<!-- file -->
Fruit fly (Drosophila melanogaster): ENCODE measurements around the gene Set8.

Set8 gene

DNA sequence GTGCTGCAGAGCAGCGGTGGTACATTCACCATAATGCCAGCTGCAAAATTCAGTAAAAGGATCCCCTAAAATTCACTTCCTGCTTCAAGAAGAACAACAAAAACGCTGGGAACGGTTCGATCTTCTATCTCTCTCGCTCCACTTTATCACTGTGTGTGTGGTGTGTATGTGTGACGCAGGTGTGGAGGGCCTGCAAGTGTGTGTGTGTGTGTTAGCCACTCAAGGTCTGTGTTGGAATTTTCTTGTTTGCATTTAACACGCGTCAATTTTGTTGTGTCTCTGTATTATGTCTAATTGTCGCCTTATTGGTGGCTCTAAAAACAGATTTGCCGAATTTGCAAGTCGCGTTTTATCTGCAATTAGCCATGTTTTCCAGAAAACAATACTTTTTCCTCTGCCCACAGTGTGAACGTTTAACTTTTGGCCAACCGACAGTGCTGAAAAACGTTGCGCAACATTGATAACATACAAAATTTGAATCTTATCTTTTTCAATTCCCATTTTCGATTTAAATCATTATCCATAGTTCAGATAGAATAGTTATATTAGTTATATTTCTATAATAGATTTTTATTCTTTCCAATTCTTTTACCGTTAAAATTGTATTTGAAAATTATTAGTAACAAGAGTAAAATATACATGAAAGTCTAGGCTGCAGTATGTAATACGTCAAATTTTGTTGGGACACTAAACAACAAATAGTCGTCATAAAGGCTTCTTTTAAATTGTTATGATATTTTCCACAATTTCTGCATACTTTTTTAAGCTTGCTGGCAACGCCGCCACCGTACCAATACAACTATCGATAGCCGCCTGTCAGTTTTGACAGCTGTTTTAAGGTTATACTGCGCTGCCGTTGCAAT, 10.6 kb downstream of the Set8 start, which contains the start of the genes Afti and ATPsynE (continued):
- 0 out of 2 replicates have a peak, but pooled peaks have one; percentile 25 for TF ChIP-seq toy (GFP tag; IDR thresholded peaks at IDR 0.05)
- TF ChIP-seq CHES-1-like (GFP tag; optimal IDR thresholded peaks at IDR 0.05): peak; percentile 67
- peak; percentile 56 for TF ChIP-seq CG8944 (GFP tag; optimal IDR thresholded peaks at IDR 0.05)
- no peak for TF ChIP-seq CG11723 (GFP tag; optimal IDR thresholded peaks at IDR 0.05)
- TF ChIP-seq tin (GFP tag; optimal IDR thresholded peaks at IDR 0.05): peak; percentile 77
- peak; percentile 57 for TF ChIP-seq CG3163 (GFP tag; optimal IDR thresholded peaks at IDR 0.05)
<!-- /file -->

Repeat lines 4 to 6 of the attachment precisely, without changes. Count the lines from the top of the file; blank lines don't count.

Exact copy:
- 0 out of 2 replicates have a peak, but pooled peaks have one; percentile 25 for TF ChIP-seq toy (GFP tag; IDR thresholded peaks at IDR 0.05)
- TF ChIP-seq CHES-1-like (GFP tag; optimal IDR thresholded peaks at IDR 0.05): peak; percentile 67
- peak; percentile 56 for TF ChIP-seq CG8944 (GFP tag; optimal IDR thresholded peaks at IDR 0.05)